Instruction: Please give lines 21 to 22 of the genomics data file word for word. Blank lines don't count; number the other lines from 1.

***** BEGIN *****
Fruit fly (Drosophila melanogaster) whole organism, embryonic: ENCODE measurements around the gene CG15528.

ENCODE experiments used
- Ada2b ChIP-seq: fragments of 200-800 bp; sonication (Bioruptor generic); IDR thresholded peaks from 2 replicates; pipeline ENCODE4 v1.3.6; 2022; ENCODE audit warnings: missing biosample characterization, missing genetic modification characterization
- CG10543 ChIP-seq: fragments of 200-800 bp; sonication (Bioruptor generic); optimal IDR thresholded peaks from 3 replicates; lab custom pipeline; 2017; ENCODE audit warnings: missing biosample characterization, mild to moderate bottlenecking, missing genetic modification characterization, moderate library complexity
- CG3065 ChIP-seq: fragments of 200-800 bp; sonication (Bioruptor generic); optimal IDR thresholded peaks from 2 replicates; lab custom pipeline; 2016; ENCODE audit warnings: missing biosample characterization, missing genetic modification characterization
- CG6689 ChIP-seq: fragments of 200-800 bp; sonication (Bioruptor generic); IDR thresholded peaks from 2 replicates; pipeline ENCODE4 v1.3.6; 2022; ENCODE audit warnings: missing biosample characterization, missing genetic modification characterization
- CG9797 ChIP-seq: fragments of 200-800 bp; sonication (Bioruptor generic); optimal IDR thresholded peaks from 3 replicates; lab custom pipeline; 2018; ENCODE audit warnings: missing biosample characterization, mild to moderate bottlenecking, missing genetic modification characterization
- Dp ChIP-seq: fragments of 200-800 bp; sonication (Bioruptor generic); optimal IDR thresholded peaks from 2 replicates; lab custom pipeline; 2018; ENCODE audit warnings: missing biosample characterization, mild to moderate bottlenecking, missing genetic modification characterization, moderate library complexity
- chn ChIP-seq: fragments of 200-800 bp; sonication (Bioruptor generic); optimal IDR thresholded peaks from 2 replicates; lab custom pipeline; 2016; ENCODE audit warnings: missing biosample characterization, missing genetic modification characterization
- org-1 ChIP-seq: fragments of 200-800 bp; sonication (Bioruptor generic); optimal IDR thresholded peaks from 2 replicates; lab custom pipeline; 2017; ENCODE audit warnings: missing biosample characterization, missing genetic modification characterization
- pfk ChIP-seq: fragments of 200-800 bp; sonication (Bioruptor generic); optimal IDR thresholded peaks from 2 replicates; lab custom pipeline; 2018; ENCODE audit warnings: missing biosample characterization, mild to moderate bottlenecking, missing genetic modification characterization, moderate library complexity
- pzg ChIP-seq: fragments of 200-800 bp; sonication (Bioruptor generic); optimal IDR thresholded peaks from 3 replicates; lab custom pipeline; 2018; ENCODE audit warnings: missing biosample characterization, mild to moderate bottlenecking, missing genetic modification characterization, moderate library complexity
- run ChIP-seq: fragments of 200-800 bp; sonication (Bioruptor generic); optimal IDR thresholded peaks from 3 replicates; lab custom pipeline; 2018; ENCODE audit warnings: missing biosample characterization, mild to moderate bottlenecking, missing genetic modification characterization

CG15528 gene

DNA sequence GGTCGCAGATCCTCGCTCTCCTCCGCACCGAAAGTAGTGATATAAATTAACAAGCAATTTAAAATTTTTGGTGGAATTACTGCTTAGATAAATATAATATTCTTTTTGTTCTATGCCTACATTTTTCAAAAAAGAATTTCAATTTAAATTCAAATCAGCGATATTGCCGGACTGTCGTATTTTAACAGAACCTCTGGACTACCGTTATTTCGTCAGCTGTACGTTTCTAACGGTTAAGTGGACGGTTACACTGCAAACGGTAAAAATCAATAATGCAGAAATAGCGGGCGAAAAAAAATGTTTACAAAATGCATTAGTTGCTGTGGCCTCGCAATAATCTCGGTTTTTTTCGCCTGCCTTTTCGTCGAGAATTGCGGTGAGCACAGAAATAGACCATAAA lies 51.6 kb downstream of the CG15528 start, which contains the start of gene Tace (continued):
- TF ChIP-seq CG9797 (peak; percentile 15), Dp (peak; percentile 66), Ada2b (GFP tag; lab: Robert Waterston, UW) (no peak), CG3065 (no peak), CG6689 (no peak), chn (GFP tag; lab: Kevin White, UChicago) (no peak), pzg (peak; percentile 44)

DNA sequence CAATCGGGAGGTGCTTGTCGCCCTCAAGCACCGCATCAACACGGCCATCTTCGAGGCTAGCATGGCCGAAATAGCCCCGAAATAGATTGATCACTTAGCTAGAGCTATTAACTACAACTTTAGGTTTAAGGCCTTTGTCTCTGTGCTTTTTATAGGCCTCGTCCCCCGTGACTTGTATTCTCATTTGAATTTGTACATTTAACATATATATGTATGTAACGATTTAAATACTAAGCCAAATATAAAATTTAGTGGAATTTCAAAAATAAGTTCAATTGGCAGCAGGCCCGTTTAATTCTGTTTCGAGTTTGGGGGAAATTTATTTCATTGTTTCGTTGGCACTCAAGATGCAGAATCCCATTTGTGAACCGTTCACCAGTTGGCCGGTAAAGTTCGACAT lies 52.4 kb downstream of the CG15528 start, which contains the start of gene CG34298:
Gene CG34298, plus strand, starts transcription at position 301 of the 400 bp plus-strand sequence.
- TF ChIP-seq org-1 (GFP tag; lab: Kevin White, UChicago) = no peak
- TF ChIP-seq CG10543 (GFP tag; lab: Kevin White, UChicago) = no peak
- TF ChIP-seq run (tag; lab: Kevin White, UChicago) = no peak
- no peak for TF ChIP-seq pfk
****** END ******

- TF ChIP-seq run (tag; lab: Kevin White, UChicago) = no peak
- no peak for TF ChIP-seq pfk